BC SealBoston College Magazine Spring 2005
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Linden Lane
Works and Days
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. Linden Lane
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A reader's notes

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Roots


National pastimes

Daily Life in the Industrial United States, 1870–1900

Daily Life in the Industrial United States, 1870–1900, by Julie Husband and Jim O'Loughlin MA'91 (Greenwood, 2004)

This 31st volume in a publisher's series on the facts of life in times and places ranging from Bronze Age Africa to the contemporary U.S. offers 242 pages of facts, lists, and tables on such topics as patent medicines and housekeeping practices, presumably for the improvement of writers of high school papers and Trivial Pursuit games. While this does not make for a narrative meal, there's pleasure to be found in the tasting menu, as in the observations on "Tom Troupes," several hundred of which traveled the country during the period under review, performing madly inventive productions of Uncle Tom's Cabin, sometimes with elephants on stage or with two actors playing each part at the same time, an odd attraction known as "A Double Mammoth." As a writer, though, I was particularly moved by the tale of Edward L. Wheeler, who published 33 novels about the cowboy hero "Deadwood Dick" between 1877 and 1884, and then 97 between 1885 and 1894, in spite of the fact that, as the authors shrug, he "apparently died in 1885."

An excerpt from Daily Life begins here.

Awakening

American Ghosts: A Memoir

American Ghosts: A Memoir, by David Plante '61 (Beacon, 2005)

Plante, who has published 14 novels—nearly all of which would make a list of the best fiction by BC graduates—has produced a self-accounting that makes little mention of his literary career (he currently teaches writing at Columbia University). Rather, this story of religious and sensual longing, and of flight and return, rolls out not with the straight-line logic of passing time but with the manifold reasoning of a powerful and haunting dream about a Rhode Island "Canuck" parish in the 1950s, Yankee Boston, Thomistic Catholicism (and BC), and Europe, to which Plante escaped in the 1960s, and where he lived in exile for four decades with his "life partner," the late book editor Nikos Stangos. The book pivots on Plante's return—literally and figuratively—to America, where he is moved by the powerful and brilliant noodging of his friend the writer Mary Gordon to turn his sharp eye on the ghosts he'd fled in his youth. For Plante, awareness is a sacrament, and as in his novels, his pared-down literary style aims to capture what he calls "the inexhaustible secret" of the right word, the right sentence, the right phrase. On first meeting the gentle and cultured Stangos, for example, Plante has himself think, "oh, yes," which is a clichéd sigh worthy of a Dame Barbara Cartland heroine, but here, thought with simple reflexive hope by a lost and unhappy young exile about another man he has just met for tea in 1960s London, it rolls across the carpet like a child's toy and turns out to be a grenade only a second before it explodes.

Harvest

Habitat: New and Selected Poems, 1965–2005

Habitat: New and Selected Poems, 1965–2005, by Brendan Galvin '60 (Louisiana State University Press, 2005)

Some four decades after Galvin was (let us give thanks) derailed in his ambition to go to dental school after graduating from BC, this collection draws from 13 volumes worth of striking and grounded poems that have earned the author the kind of awards and publication credits that every American poet craves. While many of Galvin's poems are rooted in observations of the natural world (Cape Cod, where he's lived for decades, figures prominently), he is no more a nature poet than was Frost or Basho. Nature is simply the bait, and when the hook sets and we are drawn up and into the piercing light, it turns out this isn't about birches or cranes at all—as in this conclusion, from Galvin's "The Apple Trees":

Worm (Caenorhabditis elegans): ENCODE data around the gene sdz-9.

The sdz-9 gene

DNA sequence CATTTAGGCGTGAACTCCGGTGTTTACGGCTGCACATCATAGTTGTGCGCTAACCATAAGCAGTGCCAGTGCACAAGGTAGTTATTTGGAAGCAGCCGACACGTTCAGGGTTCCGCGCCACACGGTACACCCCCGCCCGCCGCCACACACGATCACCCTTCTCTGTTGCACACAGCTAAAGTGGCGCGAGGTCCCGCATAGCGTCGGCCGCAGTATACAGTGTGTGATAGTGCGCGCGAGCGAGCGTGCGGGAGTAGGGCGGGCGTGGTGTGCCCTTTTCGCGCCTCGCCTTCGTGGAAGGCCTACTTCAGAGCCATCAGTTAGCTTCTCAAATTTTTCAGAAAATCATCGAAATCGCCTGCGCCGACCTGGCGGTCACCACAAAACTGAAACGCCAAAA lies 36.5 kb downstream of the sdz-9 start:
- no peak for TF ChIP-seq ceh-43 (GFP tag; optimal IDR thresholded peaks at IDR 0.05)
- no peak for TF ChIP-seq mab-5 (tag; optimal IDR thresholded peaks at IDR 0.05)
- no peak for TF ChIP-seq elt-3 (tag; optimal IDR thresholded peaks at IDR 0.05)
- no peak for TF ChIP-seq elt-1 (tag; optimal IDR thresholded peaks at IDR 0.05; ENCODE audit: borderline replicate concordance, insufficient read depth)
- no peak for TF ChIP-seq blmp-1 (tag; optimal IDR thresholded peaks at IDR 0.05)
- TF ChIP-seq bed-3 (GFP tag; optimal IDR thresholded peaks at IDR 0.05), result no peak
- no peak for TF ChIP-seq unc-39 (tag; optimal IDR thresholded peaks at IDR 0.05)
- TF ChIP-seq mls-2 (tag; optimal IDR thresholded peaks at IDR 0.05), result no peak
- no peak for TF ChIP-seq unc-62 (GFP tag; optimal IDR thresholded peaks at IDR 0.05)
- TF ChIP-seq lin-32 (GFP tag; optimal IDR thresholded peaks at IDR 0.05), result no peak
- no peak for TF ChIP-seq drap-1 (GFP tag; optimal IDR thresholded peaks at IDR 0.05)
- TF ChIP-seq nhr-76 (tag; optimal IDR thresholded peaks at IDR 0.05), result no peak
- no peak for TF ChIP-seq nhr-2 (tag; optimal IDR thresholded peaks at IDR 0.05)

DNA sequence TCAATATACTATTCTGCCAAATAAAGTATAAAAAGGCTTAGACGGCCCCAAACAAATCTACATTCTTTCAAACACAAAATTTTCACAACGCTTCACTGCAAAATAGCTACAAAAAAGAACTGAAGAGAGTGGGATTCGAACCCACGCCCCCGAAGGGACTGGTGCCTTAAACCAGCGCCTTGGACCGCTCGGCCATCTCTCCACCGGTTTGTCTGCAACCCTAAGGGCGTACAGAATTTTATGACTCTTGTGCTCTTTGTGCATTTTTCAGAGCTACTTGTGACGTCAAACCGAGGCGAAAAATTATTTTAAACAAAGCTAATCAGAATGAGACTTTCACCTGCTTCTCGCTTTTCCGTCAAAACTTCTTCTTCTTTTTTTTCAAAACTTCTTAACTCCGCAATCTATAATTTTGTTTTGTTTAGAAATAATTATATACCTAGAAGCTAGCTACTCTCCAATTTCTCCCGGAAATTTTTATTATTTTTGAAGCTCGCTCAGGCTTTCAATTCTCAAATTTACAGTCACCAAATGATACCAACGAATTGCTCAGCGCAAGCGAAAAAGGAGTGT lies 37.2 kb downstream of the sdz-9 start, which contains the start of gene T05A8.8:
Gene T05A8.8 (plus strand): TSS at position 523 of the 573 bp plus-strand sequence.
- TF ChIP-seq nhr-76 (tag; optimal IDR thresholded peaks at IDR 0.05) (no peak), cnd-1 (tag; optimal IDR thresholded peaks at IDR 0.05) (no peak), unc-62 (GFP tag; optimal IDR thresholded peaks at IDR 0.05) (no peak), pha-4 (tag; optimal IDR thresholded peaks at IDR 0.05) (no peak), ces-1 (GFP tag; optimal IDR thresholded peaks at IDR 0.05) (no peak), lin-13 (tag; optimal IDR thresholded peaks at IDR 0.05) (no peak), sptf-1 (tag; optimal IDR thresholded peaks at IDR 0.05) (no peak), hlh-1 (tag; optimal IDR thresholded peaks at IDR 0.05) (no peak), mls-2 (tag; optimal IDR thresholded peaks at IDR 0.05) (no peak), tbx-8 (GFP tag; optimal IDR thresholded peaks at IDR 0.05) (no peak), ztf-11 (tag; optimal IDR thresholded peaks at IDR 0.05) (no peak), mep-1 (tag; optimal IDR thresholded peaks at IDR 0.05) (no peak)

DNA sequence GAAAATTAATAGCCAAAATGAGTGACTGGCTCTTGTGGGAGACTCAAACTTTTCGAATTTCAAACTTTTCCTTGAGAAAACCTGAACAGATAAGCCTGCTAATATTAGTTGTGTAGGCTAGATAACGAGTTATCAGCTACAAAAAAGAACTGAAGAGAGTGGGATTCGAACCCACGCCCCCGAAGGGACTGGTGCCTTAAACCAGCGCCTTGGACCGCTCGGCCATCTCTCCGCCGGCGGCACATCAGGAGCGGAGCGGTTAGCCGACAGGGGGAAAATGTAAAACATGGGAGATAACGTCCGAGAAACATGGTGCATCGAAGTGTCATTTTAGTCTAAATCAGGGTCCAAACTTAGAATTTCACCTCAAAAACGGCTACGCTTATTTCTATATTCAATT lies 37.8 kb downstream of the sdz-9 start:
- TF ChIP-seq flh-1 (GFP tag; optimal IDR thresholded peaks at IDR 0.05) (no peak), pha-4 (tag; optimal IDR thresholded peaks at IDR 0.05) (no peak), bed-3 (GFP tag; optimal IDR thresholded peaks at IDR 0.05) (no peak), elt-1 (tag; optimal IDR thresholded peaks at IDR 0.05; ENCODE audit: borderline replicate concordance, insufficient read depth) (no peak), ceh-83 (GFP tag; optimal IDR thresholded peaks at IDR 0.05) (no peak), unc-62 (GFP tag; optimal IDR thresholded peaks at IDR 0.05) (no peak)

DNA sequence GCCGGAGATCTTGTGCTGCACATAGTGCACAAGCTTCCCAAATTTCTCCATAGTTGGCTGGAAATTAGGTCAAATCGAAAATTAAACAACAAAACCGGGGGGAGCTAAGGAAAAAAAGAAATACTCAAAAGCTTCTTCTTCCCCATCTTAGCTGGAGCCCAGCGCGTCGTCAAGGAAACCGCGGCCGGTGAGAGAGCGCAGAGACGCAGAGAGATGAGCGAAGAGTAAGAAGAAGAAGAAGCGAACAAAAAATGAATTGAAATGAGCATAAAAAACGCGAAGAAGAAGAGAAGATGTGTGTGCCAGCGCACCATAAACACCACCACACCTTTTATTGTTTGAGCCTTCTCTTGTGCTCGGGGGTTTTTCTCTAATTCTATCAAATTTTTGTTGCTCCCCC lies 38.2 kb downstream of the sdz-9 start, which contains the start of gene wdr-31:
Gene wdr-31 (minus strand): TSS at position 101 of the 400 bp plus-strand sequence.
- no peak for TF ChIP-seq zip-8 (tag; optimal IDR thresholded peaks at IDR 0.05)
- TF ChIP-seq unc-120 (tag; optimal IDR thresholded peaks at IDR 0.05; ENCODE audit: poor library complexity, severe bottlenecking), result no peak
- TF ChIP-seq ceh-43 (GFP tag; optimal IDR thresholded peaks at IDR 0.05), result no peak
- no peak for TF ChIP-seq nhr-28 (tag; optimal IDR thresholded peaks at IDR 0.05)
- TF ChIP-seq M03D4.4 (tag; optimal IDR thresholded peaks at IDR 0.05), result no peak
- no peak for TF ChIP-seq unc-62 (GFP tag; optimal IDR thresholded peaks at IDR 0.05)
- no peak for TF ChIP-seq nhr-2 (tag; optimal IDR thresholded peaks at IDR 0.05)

So what if,
in the journey from root hair to branch,
the fruit passes through
knees and elbows and comes out
gnurled, unbalanced, nodal,
moon-dragged all one way? Don't those
tears in the heart of each apple
resolve to try it again,
over and over?

For all that the years of Galvin's worklife have been a difficult age for poetry, there is nothing apologetic or tentative in these lyrics. They were written down by a man apparently convinced that the world is worth praising in words that offer no turning aside from hard facts. A few years ago, in a chastising review of a pack of whelp poets who seemed to believe that ambiguity was the only appropriate artistic response to a postmodern existence, Galvin wrote, "Clarity is still the biggest mystery of them all." This book, this life in poetry, insist upon it.


Rootless

Citizen Hobo: How a Century of Homelessness Shaped America

Citizen Hobo: How a Century of Homelessness Shaped America, by Todd DePastino '88 (Chicago, 2003)

The homeless American emerged from the Civil War as the tramp, became the hobo in the late 19th century, the migrant in the 1930s, the bum in the 1950s, and an existential hero in the 1960s. DePastino tracks this history right up to the homeless who've been in the streets of our cities for the past 30 years. His thesis: Washington's fear of unemployed, radicalized white males—e.g., Coxey's Commonweal (1894), the Overalls Brigade (1908), the Bonus Army (1932)—resulted in the likes of the WPA and the GI Bill. That Washington has not done as much to serve the dislocated of our own time is a consequence of the homeless comprising women, blacks, and Hispanics, in the main. He may be right, but he will not be convincing until he confronts and refutes other, less censorious, but more complex, possibilities.

Ben Birnbaum

 

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